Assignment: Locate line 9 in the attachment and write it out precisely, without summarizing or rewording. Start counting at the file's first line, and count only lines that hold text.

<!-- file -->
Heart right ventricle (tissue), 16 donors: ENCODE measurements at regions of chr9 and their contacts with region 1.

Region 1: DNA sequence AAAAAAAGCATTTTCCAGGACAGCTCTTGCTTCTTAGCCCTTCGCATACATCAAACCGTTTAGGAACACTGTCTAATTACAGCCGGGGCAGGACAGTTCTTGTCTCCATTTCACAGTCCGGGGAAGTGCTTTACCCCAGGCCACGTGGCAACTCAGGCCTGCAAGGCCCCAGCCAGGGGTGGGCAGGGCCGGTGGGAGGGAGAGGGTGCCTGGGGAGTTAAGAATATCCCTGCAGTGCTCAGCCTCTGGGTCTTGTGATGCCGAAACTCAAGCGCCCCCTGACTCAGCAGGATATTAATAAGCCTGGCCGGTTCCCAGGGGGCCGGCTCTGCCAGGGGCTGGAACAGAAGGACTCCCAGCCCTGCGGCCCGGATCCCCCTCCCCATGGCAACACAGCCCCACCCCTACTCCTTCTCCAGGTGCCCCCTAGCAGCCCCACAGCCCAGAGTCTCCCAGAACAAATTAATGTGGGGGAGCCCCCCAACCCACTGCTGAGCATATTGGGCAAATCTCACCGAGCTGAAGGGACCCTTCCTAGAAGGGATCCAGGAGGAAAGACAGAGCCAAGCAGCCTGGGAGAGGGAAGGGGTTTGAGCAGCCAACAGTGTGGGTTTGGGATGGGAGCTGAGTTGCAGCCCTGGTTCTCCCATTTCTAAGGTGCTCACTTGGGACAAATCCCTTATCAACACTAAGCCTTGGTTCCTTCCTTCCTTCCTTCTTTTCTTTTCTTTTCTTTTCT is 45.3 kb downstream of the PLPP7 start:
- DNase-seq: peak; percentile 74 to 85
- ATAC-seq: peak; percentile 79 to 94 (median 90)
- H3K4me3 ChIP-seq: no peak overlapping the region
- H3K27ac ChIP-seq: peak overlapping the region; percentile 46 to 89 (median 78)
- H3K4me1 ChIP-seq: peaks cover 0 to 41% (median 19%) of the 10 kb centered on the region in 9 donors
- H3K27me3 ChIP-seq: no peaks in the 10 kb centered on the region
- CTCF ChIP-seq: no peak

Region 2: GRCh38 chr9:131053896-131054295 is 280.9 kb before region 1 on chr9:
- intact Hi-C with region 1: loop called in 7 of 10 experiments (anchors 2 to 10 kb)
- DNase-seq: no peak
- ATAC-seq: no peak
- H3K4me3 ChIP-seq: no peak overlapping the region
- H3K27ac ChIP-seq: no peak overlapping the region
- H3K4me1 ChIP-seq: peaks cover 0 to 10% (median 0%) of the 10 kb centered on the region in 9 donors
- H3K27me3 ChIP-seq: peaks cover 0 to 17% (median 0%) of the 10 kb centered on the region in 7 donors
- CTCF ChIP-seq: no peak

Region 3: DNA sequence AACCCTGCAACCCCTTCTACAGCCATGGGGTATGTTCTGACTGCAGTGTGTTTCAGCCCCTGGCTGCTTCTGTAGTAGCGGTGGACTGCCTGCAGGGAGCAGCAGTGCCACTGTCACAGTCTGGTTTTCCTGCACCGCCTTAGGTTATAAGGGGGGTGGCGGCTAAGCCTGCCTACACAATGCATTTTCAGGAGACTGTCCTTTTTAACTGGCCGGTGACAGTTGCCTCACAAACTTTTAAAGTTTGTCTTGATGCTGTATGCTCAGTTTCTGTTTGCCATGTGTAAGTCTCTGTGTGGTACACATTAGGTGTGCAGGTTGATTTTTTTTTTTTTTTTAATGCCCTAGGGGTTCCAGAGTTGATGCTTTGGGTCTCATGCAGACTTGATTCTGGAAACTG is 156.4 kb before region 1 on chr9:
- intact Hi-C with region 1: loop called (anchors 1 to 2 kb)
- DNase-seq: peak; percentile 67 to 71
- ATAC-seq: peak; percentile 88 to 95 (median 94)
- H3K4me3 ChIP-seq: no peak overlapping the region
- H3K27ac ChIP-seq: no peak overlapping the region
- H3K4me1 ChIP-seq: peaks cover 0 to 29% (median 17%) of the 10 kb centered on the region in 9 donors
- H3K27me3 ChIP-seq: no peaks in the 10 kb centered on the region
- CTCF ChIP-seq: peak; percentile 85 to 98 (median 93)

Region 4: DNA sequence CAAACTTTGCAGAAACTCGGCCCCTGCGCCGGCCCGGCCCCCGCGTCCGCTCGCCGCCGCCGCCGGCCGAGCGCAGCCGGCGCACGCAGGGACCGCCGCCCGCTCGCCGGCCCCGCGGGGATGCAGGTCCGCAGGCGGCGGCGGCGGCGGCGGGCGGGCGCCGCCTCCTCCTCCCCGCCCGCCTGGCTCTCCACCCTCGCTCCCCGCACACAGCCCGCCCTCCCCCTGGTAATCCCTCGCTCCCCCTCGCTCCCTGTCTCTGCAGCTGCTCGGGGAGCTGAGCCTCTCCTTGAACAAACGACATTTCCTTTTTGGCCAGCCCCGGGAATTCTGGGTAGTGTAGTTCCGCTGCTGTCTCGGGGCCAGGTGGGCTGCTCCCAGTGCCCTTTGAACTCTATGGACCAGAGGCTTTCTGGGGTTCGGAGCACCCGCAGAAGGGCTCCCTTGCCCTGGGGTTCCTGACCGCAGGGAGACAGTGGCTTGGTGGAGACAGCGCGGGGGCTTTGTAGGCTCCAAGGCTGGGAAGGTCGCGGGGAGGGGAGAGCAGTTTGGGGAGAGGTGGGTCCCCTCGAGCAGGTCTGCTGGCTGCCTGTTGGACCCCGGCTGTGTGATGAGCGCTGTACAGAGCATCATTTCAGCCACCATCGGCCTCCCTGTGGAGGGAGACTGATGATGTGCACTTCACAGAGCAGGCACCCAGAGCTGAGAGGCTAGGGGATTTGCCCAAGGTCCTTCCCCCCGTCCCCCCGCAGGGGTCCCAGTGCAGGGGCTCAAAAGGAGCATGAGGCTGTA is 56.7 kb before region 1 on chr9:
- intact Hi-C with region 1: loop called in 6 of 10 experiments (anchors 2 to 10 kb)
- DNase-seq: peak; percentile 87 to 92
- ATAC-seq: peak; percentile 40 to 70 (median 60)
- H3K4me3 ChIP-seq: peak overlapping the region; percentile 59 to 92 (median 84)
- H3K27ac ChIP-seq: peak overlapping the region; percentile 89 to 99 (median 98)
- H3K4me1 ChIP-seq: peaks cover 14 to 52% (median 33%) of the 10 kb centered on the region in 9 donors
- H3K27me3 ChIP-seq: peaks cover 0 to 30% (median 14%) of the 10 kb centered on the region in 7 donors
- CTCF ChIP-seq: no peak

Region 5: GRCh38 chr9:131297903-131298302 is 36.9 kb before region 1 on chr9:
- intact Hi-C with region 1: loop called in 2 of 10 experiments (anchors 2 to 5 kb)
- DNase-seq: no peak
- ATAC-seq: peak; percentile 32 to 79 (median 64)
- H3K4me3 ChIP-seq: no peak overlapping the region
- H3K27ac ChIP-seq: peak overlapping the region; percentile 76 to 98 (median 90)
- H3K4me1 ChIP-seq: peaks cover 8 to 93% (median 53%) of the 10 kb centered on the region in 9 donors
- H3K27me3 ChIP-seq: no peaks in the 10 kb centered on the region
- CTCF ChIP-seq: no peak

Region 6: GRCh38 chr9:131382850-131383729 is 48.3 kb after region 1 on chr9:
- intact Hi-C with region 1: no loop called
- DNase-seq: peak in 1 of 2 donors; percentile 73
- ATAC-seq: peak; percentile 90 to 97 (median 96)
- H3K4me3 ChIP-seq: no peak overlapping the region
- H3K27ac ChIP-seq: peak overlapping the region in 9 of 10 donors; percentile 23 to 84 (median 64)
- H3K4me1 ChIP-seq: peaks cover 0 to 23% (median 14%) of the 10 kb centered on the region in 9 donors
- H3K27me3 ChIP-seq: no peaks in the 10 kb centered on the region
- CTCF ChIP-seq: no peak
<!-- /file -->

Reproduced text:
- CTCF ChIP-seq: no peak